Girl Scouts in the Heart of Pennsylvania (GSHPA) is excited to recognize Shannon Gority, owner and principal consultant for Raindrop to River Consulting, as its outdoors honoree for the 2022 Women of Distinction Celebration.
Gority has years of experience working for clean water in Pennsylvania, having served as the first CEO of Capital Region Water, and most recently, as executive officer of the Chesapeake Bay Foundation’s Pennsylvania office. She said her heart for public service, problem-solving brain and love of nature led her to pursue degrees in civil and environmental engineering from Juniata College and Penn State University.
“When I learned that I could help people and the environment in a sustainable way, I had no question that environmental engineering was the right fit for me,” Gority said.
Her drive to help others comes from her mother, who Gority said works hard for her community and inspires her to do the same. Both her mother and her grandmother were Girl Scouts, and her two nieces are in Girl Scouts today. While Gority herself was never a member, she witnessed firsthand the effect of Girl Scouts on her loved ones.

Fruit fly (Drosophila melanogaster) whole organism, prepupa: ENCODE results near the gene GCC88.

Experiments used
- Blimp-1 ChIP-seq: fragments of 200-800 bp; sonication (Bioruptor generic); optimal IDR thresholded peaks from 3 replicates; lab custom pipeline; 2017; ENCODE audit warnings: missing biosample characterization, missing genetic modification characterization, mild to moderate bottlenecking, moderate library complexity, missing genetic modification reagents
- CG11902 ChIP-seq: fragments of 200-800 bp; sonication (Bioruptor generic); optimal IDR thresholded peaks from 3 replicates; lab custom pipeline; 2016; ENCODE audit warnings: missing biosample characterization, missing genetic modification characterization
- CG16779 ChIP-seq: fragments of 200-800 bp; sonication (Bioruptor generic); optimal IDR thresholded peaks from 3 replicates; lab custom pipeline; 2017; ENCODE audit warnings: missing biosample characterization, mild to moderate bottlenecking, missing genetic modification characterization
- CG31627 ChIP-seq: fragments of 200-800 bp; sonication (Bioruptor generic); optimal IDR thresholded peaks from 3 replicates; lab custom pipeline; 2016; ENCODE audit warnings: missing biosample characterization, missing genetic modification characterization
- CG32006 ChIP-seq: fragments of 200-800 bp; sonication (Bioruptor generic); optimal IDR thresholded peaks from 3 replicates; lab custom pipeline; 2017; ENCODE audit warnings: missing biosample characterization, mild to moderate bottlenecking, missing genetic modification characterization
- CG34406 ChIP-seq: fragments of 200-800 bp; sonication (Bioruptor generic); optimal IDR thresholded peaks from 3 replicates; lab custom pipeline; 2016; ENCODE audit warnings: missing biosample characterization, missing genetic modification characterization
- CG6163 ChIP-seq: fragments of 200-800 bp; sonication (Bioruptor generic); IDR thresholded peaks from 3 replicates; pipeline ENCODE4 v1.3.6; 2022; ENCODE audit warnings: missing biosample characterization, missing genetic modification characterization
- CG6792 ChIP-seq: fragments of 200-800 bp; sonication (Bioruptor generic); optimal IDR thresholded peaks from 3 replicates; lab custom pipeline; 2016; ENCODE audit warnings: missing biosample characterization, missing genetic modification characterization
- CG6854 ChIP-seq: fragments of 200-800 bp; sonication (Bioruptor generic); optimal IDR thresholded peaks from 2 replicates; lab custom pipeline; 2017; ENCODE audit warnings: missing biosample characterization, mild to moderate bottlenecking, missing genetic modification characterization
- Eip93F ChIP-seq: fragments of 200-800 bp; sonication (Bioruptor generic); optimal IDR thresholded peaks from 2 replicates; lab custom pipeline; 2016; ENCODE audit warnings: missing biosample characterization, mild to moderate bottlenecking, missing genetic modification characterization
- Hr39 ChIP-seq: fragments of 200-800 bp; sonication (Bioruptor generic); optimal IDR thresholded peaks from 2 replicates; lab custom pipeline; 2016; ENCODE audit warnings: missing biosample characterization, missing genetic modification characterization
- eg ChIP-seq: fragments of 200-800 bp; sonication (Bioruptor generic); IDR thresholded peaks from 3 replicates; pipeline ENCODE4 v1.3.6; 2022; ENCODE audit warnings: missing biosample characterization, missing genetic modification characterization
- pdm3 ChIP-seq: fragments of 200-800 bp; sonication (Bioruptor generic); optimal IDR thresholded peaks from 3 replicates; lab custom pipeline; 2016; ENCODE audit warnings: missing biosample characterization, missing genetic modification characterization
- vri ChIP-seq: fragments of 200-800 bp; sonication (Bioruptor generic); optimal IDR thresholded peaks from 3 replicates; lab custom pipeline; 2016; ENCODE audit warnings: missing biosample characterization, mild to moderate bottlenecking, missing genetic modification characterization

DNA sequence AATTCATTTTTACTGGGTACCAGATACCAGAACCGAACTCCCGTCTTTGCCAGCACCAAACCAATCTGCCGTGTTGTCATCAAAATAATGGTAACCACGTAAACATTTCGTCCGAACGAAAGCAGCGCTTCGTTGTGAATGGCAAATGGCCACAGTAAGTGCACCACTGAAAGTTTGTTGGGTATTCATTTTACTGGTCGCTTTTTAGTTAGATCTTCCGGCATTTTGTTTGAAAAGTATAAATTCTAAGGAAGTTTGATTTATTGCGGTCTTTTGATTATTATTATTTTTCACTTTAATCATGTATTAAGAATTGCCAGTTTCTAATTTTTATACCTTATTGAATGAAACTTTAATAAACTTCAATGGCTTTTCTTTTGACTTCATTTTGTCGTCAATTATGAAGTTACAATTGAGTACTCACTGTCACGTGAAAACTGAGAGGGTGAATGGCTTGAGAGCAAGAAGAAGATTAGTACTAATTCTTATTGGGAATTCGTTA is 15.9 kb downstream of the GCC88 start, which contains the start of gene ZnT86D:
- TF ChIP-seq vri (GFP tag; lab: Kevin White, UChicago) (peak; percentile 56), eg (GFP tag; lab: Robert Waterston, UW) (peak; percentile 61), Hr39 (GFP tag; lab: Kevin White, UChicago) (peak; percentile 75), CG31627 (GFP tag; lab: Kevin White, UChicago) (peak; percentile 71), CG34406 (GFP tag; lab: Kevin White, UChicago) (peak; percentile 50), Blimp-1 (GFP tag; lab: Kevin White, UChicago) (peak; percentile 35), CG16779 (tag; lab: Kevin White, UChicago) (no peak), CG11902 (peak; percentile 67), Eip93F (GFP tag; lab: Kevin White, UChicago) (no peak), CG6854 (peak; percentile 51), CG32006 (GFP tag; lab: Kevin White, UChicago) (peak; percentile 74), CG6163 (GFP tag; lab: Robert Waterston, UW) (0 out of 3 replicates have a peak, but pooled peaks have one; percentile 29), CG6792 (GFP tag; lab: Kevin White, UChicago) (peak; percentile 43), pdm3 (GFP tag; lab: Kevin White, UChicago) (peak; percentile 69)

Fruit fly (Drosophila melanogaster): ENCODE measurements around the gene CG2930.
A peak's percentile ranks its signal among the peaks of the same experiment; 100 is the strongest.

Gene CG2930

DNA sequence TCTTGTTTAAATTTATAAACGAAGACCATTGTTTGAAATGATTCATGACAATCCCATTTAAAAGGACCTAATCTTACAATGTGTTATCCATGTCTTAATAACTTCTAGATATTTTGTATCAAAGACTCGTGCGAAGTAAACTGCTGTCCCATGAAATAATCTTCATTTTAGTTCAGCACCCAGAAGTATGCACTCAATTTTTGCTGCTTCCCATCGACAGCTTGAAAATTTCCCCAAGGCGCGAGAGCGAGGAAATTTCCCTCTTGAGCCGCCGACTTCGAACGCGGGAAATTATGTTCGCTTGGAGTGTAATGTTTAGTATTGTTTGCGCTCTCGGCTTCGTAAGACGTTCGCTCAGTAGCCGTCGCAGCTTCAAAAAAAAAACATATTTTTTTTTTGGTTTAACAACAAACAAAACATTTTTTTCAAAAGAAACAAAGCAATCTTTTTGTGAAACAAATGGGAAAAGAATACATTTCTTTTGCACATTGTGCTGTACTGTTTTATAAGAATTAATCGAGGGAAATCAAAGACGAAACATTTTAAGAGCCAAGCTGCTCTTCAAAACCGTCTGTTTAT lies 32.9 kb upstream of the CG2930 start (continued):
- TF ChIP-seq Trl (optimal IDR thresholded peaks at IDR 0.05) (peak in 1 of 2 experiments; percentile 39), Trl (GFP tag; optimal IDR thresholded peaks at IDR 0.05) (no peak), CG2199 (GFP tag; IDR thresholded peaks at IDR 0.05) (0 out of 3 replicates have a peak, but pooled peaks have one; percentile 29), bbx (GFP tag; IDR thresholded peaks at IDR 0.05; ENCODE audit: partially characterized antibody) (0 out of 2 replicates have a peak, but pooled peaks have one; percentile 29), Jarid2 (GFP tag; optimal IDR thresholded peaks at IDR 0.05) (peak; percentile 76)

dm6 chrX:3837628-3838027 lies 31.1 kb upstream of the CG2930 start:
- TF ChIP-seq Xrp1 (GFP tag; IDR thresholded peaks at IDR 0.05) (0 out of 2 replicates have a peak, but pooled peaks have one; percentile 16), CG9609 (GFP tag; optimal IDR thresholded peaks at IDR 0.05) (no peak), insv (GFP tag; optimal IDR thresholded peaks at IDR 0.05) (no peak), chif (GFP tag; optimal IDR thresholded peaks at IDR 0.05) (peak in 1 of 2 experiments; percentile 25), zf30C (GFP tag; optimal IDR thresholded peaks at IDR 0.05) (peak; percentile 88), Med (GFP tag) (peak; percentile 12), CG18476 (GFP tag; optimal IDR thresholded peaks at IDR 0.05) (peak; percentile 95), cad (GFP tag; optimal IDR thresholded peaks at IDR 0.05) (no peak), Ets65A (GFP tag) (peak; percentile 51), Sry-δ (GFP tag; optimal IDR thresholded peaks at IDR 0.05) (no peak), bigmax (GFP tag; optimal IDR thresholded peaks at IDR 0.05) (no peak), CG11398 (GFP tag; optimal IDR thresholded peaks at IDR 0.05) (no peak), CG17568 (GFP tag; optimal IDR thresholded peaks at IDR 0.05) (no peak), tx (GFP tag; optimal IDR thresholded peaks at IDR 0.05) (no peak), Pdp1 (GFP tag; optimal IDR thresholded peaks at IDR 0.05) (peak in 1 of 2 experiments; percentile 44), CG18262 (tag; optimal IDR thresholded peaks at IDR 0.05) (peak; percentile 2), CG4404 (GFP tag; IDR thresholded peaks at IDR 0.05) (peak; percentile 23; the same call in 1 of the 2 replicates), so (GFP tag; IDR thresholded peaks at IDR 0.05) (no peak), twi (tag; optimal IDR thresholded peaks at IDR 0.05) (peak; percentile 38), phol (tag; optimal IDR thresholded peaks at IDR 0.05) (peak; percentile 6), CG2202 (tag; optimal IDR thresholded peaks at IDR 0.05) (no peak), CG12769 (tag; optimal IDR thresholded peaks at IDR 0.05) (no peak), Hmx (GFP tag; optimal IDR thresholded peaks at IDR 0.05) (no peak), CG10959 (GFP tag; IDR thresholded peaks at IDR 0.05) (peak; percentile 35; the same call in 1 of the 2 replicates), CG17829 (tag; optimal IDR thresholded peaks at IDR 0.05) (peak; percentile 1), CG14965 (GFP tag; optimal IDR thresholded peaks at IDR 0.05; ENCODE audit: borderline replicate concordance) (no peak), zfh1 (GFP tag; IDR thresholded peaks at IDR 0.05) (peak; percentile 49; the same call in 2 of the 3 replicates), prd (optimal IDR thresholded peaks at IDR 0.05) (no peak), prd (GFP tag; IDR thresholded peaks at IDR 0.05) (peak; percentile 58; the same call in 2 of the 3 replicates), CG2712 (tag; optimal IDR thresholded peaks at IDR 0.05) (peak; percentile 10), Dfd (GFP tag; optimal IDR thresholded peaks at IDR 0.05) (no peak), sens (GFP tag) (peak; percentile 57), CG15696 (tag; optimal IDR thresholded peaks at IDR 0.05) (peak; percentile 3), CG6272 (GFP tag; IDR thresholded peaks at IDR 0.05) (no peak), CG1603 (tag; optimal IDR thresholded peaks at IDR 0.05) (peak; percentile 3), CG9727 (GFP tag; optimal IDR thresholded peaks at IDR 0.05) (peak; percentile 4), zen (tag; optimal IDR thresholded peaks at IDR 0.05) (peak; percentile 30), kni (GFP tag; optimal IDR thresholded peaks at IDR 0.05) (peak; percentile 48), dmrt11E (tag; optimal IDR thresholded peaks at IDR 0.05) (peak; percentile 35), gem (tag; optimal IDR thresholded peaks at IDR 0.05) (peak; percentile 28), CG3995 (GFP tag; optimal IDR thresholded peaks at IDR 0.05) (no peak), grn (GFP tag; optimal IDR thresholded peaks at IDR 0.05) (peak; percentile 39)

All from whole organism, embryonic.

“I have seen the positive impact Girl Scouts has made on my nieces and recognize the attributes in my mother and grandmother developed through their time scouting. They all have a zest for learning and helping others,” Gority said.
While Gority focused on engineering to make an impact in her field, she said a career in environmental science can come in many different forms. She believes environmental sciences are critical to the future of our planet and humanity, and encourages individuals to look into various avenues to join the cause.
“A career in environmental science doesn’t need to be math or science focused. It could be psychology or sociology to better communicate problems and solutions; political science or law to advocate for the environment; history to understand past failures and successes; or education to inspire the next generation of environmental heroes.”